We had a responder meet with Officer Duke, an animal control officer (ACO) for Snohomish County. Our responder scouted the area and determined this would be a situation requiring technical rescue-trained members due to the steep conditions and heavy brush. We couldn’t see the dog from any angle or vantage point but could hear the occasional bark. The wind and the geography made it sound as if the barks were coming from different areas so we weren’t even sure of the most likely location of the dog.
We were low on technical responders on this one again so we requested help from Snohomish County’s Snohomish County Volunteer Search and Rescue (SCVSAR) which included a request for assistance from Everett Mountain Rescue (EMR). While waiting for the teams to arrive, we’d asked the Mukilteo Fire Department if they’d like to bring out a drone, just in case it was helpful in locating the dog which would help determine a good spot to descend from. Unfortunately, the brush was too heavy to help with spotting the dog either visually or with thermal imaging.
The teams arrived and set up. The plan was to have one responder from WASART, descend in one area and another, from EMR, act as attendants and span either end where the dog was likely to be. The two would then see what they could from their individual fall lines and move toward each other, if that seemed like a safe option.
After set up and safety check, both attendants rappelled or were lowered down the cliff. By luck, the attendant from EMR reached nearly the end of the 200 ft rope about 10 feet from the dog. The WASART attendant climbed back up with the assistance of his prusiks to retrieve a harness from the crew on top. The team put the harness into a bag and attached a carabiner to the bag. The WASART attendant rappelled down toward the EMR attendant who was with the dog. Once close enough, he attached the bag with the harness to the rope via the carabiner and slid it down, zipline-style.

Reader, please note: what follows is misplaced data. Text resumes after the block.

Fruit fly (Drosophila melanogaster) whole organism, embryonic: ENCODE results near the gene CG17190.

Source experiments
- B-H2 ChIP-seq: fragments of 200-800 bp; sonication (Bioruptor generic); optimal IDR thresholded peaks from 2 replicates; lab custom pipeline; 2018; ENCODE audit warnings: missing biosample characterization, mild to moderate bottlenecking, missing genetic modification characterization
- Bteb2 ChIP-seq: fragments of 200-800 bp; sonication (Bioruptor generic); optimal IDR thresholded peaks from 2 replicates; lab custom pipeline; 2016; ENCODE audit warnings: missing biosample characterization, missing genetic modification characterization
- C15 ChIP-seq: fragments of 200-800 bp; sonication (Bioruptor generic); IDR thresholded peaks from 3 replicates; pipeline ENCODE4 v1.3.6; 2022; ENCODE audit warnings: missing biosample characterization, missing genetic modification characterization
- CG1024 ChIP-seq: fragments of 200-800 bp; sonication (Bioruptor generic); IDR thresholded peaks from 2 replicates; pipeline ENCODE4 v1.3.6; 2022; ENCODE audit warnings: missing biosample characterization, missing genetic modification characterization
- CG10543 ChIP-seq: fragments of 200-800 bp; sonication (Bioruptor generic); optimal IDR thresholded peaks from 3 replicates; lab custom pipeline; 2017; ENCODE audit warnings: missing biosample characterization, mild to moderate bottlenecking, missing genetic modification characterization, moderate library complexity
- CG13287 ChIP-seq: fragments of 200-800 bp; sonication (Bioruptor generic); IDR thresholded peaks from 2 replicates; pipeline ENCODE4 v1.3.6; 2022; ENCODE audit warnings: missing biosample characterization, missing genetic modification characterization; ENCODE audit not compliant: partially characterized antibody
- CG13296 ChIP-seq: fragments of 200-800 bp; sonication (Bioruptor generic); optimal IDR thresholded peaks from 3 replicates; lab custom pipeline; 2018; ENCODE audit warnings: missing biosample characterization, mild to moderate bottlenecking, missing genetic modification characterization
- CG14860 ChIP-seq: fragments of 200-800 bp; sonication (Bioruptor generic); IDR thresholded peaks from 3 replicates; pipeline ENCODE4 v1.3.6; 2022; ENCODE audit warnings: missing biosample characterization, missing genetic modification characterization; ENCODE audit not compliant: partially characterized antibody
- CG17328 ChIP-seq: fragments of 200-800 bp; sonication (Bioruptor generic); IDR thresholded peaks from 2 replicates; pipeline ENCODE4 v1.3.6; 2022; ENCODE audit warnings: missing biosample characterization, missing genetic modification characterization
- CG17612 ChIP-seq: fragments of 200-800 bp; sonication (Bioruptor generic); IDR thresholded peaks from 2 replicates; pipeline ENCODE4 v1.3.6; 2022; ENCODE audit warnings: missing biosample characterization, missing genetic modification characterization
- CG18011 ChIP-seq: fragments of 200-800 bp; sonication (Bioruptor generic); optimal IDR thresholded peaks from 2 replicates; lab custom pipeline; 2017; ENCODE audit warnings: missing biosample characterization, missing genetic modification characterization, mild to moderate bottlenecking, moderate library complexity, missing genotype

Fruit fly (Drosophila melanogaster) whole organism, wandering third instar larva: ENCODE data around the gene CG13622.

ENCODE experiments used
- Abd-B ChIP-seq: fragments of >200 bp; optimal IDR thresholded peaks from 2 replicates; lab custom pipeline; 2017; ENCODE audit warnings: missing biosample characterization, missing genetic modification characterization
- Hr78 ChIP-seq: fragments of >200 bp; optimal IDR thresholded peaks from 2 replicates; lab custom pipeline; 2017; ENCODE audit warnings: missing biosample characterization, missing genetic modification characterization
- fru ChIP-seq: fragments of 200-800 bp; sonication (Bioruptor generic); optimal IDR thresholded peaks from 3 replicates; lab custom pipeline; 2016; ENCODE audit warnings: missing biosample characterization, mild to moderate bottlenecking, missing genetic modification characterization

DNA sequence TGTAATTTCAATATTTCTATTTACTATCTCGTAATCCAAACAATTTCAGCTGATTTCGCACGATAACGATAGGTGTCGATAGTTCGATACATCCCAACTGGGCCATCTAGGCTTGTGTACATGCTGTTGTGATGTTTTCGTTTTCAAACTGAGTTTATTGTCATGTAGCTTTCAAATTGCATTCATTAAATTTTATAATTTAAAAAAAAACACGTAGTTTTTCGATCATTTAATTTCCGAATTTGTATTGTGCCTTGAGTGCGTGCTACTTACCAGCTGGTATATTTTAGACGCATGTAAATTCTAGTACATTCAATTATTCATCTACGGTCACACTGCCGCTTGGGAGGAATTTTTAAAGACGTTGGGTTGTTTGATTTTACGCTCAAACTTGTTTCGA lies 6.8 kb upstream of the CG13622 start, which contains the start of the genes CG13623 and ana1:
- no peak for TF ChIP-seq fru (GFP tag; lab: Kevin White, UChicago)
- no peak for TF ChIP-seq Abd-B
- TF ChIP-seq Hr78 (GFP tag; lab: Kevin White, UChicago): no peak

The attendant with the Leo harnessed him up. Once they were ready to go, the haul team at the top of the cliff raised the EMR individual and the subject, who had no immediately apparent injuries, departed immediately with his owner for a veterinary hospital for a check over.
A big thanks to SCVSAR, EMR, the Snohomish County Sheriff’s Office, animal control, and the Snohomish County Fire Department. As always, a response of any sort is a team effort and we are grateful to continually find ourselves in the company of the best of teams.